2655 km ridden, 16 Stages down, 2 weeks of almost continuous racing completed, and with the hardest stages yet to come, today’s “rest day” will surely be welcomed by riders like a bacon buttie the morning after a big night on the town.
“Rest day” conjures up images of relaxation, of exhausted, sun-baked riders slumbering in the shade of an beautiful French vineyard after a gentle spin on the bike in the morning, just for the pleasure of riding. Of course it’s never that simple on the Tour…
Expanding on a post by Al.com, We’ve taken snapshots of rider happenings from the rest day last week and beyond to give you a slice of life from the perspective of the riders. It’s incredible to see the power of the media as it’s insatiable appetite for opinion consumes certain riders, whilst other riders are refreshingly open with their own media as we gain a snippet into their everyday and for Ivan Basso, probably the toughest news of his life all was revealed in full public light.
How will you be spending the “Rest Day”?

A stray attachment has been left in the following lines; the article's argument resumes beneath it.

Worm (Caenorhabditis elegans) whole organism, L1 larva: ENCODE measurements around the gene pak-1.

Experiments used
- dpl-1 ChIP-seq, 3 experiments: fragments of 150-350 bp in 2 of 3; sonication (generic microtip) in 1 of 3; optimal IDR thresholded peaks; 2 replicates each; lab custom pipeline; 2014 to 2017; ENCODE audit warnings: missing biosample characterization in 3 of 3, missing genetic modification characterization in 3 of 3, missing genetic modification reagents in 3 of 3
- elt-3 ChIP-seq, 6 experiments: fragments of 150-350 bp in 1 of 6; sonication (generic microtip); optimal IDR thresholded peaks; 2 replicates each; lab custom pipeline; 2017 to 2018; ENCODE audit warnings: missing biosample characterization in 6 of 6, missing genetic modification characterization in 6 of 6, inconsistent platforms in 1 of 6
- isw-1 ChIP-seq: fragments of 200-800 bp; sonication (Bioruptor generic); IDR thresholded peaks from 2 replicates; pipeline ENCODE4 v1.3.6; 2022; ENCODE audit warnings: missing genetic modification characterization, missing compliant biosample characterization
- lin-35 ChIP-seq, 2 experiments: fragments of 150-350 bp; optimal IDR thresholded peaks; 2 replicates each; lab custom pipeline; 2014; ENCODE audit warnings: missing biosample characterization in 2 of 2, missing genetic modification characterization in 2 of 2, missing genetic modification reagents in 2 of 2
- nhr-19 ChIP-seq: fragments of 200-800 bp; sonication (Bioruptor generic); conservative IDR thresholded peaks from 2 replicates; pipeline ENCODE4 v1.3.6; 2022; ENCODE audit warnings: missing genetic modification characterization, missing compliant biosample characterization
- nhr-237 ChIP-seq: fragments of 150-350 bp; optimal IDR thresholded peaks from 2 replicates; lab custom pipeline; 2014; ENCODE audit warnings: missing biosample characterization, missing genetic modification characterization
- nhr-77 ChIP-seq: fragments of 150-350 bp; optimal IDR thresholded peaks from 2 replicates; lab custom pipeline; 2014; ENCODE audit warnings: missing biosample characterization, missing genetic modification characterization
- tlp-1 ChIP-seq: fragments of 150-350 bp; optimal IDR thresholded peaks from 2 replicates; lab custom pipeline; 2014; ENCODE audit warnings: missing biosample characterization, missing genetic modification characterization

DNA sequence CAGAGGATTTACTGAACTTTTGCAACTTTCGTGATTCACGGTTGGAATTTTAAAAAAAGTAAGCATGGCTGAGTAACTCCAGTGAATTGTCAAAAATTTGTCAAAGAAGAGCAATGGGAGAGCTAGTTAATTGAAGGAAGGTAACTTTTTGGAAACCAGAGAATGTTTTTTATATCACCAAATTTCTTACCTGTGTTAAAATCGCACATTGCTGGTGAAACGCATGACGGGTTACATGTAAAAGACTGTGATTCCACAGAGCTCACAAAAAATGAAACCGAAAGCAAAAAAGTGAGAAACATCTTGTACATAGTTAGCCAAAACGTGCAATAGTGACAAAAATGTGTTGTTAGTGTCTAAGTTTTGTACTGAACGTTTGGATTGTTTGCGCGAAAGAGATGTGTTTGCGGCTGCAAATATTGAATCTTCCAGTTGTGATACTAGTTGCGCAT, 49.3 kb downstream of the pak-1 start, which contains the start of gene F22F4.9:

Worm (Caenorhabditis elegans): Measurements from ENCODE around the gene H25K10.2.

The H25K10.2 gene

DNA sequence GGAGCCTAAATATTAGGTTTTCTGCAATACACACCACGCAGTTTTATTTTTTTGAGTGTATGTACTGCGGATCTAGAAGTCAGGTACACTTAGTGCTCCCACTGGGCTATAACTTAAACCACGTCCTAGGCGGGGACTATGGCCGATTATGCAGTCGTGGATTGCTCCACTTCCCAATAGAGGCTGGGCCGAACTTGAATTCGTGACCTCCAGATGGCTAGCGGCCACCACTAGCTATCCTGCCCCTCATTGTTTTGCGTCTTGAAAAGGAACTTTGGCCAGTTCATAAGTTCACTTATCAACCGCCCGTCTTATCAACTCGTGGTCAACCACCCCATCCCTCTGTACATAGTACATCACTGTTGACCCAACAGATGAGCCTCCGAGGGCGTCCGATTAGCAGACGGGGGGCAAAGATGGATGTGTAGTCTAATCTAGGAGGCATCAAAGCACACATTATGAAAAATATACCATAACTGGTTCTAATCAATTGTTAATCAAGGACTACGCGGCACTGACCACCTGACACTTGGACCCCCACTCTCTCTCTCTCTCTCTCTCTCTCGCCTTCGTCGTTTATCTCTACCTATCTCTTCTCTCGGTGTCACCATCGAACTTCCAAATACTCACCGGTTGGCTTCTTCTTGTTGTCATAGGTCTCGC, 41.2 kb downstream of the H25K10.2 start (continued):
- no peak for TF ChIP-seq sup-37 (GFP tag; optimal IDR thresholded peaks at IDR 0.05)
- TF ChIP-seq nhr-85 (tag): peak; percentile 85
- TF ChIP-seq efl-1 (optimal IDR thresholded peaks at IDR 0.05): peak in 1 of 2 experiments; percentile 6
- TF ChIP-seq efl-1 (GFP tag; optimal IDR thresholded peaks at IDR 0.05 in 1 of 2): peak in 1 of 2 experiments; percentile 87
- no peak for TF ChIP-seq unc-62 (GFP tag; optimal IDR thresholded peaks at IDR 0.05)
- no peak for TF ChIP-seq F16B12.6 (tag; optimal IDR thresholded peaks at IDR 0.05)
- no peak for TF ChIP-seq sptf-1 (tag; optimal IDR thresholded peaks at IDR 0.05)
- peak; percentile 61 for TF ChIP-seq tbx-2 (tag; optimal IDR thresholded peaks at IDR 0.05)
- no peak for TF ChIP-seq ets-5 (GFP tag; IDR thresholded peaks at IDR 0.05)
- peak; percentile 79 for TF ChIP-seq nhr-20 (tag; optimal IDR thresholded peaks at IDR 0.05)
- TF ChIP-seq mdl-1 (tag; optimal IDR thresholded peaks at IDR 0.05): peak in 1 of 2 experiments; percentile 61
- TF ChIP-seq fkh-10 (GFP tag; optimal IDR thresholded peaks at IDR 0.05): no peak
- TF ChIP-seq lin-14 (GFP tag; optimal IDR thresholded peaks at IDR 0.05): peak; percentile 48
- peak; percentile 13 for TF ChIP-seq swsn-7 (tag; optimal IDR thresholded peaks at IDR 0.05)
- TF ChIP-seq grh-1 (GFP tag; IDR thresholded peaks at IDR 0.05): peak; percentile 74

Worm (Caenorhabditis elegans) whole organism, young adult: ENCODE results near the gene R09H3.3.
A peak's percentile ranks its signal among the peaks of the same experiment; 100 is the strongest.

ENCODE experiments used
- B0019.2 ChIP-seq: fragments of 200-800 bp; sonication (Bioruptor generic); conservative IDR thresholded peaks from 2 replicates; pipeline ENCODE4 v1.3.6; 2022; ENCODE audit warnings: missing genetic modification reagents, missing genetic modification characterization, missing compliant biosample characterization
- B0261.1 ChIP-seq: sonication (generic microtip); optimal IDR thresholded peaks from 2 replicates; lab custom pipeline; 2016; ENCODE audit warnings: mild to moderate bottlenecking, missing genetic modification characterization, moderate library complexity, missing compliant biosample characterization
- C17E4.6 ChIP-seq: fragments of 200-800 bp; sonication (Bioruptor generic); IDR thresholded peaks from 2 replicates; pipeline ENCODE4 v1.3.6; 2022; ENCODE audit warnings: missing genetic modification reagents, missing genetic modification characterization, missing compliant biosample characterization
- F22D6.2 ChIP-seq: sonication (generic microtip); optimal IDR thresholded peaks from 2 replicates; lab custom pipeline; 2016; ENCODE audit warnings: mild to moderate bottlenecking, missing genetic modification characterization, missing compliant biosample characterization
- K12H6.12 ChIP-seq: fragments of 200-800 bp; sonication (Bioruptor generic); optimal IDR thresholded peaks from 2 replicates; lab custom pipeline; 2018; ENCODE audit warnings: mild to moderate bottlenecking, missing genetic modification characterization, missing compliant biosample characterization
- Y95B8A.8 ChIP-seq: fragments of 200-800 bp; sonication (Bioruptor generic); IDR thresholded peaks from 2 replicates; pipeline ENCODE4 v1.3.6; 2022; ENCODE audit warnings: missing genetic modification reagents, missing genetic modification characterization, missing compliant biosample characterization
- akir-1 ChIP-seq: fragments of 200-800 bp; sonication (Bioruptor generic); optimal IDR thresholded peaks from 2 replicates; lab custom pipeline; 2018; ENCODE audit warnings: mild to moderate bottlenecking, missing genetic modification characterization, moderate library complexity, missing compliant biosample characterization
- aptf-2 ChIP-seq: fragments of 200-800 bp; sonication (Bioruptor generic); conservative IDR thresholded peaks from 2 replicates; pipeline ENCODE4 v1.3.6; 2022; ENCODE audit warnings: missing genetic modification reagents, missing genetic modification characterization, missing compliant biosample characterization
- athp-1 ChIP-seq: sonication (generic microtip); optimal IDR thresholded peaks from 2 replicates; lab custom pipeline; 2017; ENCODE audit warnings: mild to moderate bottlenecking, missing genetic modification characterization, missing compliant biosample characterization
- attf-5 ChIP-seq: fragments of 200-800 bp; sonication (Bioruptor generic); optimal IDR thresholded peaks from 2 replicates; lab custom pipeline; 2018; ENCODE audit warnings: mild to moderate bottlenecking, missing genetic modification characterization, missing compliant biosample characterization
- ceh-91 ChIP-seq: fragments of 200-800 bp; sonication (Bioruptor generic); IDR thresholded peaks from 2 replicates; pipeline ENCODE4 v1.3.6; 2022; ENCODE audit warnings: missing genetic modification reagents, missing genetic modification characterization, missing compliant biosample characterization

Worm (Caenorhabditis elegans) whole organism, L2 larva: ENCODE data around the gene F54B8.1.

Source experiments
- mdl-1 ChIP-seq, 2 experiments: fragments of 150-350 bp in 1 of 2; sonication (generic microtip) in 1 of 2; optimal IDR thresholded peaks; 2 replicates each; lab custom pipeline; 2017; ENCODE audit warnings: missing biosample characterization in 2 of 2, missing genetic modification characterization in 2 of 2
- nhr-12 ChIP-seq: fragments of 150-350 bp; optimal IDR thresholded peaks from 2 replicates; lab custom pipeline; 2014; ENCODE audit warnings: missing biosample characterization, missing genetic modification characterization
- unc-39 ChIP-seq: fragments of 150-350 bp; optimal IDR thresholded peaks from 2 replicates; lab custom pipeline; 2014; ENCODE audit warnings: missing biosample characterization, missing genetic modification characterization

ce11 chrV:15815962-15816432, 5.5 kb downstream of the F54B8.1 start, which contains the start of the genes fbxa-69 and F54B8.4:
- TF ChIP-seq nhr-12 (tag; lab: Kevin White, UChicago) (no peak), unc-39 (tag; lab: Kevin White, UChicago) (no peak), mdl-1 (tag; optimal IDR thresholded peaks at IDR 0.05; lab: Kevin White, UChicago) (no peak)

Not only does he have keep his race rivals at bay, deal with cups of urine being thrown at him, but Froome will no doubt be at the forefront of the media scrum today.
The rest day couldn’t have come at a better time for Geraint Thomas after being shoulder barged off the road yesterday by Warren Barguil on the tricky descent of the col de Manse.
The tale of two vans: TJ van Garderen and his BMC team will still have big smiles on their faces today as he remains on track for a GC podium place, whilst team mate Greg van Avermaet took a stunning victory earlier in the week on stage 13 into Rodez.
Greipel will probably be celebrating this second rest day in similar style! With a hat-trick of stage wins under his belt he’s stamped his mark as the fastest finisher on this Tour. Can he put the cherry on top and win again on the Champs-Élysées at the end of the week?
With an attack over the top of the Col d’Allos, Romain Bardet ended a 14-month winless drought at the Critérium du Dauphiné earlier this year with a gutsy stage win. Being almost a replica of the Tour stage tomorrow, can he keep the French pride flying high with another win on the same mountain?
There was as a collective sigh of relief with the news that Ivan Basso had been cleared of additional treatment for testicular cancer earlier this week but what a way to find out the worse news you could get. Best wishes to Ivan for a swift recover.
Finally, Adam Hansen looked like he really needed the last rest day and I think he’ll be appreciating this one too after his solo break effort yesterday. Top marks to the man for keeping the pedals turning even after his shoulder dislocation on Stage 2. Let’s hope he can make it to the Champs-Élysées to claim the record for the most number of consecutive grand tours completed by any rider.